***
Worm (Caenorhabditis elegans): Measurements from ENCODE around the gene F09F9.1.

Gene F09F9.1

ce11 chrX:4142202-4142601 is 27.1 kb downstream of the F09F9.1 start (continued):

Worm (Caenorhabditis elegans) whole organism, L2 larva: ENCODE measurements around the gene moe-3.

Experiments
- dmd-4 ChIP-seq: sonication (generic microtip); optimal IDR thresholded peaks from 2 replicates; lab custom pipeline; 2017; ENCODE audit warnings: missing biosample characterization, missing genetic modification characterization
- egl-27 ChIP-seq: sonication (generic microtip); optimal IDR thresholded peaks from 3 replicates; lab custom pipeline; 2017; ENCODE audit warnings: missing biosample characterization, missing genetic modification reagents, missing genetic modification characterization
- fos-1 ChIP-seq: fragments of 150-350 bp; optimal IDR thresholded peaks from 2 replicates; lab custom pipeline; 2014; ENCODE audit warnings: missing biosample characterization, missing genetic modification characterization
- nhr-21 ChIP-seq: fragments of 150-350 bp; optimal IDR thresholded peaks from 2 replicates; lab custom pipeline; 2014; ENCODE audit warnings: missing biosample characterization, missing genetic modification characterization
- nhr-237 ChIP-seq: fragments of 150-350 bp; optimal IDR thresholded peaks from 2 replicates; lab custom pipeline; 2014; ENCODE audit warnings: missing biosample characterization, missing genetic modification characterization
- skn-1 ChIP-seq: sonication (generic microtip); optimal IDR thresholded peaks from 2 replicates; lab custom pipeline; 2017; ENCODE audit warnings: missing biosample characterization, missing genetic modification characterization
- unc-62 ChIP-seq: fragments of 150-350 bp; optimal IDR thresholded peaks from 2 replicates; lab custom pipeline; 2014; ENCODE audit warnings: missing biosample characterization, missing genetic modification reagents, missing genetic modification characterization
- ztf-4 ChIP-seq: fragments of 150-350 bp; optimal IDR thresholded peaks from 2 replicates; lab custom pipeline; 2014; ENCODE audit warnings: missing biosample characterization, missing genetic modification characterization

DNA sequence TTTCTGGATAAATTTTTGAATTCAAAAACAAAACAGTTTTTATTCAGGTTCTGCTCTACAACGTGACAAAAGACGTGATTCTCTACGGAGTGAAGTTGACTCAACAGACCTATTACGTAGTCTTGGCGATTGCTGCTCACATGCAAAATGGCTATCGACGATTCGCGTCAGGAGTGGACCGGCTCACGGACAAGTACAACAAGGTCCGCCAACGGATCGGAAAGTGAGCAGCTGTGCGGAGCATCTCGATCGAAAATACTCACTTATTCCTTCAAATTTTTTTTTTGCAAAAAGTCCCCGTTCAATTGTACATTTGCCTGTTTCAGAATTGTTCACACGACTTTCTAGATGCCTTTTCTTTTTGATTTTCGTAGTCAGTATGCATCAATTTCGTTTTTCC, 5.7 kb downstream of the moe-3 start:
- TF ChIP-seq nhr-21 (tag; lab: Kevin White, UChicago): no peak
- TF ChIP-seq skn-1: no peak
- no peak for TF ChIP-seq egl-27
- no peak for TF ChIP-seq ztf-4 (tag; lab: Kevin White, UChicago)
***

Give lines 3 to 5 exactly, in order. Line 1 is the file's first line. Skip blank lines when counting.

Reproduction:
ce11 chrX:4142202-4142601 is 27.1 kb downstream of the F09F9.1 start (continued):

Worm (Caenorhabditis elegans) whole organism, L2 larva: ENCODE measurements around the gene moe-3.

Experiments